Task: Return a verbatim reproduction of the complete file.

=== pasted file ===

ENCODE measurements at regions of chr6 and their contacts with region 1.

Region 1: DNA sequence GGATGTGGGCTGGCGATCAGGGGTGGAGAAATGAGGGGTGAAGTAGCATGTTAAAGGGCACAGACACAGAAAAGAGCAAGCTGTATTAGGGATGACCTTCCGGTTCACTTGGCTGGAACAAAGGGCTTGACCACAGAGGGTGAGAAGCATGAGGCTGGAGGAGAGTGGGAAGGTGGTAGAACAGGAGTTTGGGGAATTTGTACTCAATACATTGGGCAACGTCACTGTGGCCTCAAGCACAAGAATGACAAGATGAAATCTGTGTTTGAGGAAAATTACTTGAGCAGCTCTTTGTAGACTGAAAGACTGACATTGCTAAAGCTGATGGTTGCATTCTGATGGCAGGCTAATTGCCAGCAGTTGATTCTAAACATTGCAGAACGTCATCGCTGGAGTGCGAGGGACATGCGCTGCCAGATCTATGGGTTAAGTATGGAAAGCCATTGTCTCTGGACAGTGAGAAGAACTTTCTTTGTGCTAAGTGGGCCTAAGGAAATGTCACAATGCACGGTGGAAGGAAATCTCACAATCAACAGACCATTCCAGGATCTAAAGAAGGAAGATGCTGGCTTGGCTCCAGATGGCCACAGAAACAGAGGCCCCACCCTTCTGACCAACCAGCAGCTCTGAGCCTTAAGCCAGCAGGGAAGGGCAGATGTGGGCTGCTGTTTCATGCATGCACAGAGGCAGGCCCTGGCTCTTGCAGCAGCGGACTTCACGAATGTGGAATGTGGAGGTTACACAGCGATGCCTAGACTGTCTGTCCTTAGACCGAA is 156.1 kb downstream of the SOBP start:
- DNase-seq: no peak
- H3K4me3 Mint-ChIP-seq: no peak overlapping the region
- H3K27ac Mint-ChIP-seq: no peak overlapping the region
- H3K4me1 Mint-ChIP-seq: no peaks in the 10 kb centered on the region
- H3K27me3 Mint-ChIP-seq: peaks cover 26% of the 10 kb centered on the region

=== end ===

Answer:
ENCODE measurements at regions of chr6 and their contacts with region 1.

Region 1: DNA sequence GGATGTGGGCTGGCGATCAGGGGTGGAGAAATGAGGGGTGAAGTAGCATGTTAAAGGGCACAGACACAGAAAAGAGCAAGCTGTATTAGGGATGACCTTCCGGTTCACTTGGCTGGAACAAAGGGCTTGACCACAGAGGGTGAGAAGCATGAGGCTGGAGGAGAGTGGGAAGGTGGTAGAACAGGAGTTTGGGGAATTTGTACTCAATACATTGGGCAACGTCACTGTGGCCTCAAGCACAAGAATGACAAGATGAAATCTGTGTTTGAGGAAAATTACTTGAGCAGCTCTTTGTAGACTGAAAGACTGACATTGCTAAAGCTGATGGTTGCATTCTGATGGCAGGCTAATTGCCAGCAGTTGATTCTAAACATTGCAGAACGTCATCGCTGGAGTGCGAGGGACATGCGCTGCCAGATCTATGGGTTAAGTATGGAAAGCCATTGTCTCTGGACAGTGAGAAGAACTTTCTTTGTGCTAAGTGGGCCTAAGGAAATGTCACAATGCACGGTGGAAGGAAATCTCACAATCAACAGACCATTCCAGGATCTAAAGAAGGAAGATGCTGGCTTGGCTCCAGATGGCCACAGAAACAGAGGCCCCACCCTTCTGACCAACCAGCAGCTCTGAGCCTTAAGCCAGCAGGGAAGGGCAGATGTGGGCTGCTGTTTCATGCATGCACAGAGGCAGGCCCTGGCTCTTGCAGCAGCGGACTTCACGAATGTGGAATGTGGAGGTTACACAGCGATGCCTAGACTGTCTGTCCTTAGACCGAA is 156.1 kb downstream of the SOBP start:
- DNase-seq: no peak
- H3K4me3 Mint-ChIP-seq: no peak overlapping the region
- H3K27ac Mint-ChIP-seq: no peak overlapping the region
- H3K4me1 Mint-ChIP-seq: no peaks in the 10 kb centered on the region
- H3K27me3 Mint-ChIP-seq: peaks cover 26% of the 10 kb centered on the region